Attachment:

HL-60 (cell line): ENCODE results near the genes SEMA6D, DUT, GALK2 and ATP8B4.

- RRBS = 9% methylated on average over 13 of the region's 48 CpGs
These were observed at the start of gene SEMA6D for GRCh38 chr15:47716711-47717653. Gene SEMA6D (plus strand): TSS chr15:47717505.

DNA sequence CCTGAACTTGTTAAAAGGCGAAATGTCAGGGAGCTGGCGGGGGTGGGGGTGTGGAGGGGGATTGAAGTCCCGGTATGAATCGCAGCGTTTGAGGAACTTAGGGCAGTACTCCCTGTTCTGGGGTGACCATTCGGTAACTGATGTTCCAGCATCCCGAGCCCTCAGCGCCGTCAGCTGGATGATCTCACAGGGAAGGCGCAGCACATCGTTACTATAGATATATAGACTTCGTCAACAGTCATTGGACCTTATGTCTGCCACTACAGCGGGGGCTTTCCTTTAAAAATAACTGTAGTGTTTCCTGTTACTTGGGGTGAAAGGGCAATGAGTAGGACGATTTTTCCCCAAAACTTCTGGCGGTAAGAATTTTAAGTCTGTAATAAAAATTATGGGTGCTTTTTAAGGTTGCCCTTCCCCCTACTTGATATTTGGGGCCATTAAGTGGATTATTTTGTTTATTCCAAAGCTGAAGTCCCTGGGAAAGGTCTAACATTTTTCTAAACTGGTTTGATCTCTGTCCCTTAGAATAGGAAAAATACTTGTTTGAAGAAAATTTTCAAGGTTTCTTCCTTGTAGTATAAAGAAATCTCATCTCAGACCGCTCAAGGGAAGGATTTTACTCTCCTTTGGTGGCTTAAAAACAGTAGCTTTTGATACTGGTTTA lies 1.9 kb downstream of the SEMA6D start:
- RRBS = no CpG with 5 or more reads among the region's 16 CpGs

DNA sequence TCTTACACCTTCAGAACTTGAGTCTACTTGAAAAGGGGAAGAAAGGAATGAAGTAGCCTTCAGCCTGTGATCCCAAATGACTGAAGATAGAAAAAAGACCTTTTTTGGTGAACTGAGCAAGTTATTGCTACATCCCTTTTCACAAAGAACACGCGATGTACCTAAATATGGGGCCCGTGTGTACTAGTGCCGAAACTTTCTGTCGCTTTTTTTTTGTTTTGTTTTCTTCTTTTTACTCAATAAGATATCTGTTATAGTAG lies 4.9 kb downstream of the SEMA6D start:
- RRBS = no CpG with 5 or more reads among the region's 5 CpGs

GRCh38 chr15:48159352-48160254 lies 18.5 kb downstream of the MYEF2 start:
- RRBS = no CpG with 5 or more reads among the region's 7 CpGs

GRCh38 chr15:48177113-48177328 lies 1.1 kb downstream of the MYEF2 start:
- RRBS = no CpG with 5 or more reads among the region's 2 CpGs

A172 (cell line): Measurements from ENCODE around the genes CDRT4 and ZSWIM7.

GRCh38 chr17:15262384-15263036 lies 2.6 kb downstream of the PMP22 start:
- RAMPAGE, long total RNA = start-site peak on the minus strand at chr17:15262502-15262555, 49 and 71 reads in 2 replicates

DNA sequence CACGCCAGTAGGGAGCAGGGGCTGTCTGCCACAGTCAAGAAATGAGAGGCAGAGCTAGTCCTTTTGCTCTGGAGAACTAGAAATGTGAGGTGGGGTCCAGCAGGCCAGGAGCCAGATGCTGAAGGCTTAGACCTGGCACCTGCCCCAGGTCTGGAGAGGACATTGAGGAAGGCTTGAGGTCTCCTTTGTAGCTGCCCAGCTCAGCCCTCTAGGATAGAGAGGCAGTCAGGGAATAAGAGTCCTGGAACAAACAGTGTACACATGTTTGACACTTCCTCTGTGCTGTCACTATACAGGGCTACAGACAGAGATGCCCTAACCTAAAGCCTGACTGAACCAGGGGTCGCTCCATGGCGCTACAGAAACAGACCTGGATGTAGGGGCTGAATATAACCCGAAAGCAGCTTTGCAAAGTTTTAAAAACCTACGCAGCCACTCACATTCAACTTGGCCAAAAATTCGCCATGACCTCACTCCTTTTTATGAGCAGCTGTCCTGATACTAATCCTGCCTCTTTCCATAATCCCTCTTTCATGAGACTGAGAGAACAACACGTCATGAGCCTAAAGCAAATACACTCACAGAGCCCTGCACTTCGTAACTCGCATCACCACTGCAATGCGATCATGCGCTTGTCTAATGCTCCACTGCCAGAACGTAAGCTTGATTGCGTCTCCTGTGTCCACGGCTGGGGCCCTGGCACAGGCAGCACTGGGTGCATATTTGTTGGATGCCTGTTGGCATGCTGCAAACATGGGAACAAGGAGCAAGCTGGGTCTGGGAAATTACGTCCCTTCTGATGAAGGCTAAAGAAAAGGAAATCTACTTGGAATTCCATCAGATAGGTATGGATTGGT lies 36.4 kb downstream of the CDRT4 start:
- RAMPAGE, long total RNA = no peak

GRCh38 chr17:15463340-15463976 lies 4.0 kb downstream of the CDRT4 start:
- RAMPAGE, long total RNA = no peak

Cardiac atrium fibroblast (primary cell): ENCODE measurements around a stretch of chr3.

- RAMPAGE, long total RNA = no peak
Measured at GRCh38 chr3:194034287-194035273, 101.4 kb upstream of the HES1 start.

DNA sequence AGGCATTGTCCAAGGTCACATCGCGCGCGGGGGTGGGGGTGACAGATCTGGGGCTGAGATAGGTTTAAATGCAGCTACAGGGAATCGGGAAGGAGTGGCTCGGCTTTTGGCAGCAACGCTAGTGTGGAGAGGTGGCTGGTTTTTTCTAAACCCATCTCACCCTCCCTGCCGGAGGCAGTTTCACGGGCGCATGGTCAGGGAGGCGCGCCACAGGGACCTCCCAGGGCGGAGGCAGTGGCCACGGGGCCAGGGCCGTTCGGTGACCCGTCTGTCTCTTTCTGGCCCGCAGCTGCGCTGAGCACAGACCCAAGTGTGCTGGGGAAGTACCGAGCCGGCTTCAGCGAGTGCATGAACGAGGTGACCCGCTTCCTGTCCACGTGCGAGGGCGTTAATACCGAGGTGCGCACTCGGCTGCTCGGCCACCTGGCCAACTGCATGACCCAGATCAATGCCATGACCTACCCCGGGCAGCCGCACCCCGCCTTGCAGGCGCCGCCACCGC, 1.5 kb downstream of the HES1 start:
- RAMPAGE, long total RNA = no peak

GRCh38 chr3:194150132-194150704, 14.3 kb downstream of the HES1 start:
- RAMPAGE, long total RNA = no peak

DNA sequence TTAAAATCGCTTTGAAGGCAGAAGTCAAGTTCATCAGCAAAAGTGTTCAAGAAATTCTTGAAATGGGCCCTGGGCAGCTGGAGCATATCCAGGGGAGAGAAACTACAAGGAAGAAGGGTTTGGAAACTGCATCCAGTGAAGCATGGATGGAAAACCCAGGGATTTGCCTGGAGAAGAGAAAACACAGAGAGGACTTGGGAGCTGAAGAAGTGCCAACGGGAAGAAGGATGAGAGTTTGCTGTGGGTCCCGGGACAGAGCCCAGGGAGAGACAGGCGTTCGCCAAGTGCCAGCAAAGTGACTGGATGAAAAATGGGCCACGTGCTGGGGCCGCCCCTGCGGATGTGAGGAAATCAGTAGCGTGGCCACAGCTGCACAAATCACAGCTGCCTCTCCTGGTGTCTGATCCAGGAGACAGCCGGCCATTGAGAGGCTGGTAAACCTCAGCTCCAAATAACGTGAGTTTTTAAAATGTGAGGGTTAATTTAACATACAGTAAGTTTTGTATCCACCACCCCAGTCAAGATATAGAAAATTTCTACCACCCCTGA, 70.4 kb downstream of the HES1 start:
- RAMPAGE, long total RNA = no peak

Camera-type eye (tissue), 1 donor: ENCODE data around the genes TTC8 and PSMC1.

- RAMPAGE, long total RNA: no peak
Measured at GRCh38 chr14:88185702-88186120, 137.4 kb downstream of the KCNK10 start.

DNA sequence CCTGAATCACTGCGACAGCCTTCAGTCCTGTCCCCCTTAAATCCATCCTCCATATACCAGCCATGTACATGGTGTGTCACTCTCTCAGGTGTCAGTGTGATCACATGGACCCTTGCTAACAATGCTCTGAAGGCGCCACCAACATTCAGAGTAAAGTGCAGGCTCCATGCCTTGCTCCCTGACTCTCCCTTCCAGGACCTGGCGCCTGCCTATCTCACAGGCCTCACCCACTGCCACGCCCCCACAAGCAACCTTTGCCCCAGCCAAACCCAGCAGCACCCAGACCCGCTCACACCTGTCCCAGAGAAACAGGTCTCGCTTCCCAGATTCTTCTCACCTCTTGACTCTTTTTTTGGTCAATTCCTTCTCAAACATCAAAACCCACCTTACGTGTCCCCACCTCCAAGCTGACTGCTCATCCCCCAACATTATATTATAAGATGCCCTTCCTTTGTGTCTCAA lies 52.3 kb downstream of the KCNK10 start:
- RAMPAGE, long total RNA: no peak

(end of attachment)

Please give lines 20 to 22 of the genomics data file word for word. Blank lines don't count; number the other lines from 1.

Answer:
- RAMPAGE, long total RNA = no peak
Measured at GRCh38 chr3:194034287-194035273, 101.4 kb upstream of the HES1 start.

DNA sequence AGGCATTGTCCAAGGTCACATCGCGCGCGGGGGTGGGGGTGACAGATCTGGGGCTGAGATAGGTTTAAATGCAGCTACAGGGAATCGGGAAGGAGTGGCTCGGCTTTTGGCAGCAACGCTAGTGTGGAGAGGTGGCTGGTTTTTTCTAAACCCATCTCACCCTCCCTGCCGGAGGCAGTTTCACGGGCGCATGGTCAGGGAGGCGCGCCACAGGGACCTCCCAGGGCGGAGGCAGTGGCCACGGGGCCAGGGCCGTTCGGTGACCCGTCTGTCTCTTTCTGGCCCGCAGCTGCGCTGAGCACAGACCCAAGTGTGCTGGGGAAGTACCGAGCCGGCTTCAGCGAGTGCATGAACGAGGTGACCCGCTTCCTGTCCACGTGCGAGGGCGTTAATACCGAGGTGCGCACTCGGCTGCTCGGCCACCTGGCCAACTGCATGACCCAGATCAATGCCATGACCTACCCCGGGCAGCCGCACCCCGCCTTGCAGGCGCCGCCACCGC, 1.5 kb downstream of the HES1 start: